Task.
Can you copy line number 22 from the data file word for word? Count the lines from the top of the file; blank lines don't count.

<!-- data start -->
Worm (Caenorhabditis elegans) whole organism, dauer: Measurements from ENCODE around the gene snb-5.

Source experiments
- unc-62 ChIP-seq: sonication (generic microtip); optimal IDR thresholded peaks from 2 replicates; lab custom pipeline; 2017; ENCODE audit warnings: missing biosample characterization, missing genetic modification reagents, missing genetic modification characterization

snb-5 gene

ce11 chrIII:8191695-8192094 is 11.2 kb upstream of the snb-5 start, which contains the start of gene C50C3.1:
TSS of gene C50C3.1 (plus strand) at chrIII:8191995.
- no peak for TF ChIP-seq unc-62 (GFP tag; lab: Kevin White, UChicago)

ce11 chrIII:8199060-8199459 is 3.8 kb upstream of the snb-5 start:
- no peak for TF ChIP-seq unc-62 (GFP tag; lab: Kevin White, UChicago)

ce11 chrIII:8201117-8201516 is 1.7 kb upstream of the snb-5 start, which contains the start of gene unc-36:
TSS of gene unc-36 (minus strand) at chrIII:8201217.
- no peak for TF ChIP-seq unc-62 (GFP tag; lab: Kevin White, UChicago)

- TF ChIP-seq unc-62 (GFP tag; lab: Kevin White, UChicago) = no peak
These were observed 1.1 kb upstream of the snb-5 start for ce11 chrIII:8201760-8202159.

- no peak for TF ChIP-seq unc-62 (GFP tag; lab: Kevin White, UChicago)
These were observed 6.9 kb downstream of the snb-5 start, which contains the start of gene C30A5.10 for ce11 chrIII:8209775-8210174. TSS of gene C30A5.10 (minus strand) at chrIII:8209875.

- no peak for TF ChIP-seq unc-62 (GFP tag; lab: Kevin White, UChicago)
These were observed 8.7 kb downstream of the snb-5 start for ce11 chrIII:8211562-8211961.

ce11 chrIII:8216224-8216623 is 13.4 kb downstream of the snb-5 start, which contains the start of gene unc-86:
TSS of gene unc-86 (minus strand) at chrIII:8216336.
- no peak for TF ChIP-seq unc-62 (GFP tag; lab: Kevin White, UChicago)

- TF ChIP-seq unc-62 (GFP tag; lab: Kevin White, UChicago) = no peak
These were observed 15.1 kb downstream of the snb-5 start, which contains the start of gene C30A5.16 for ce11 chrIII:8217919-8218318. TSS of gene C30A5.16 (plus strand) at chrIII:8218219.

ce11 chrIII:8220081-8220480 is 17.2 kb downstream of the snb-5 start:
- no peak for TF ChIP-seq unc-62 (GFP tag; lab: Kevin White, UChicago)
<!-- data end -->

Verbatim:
- TF ChIP-seq unc-62 (GFP tag; lab: Kevin White, UChicago) = no peak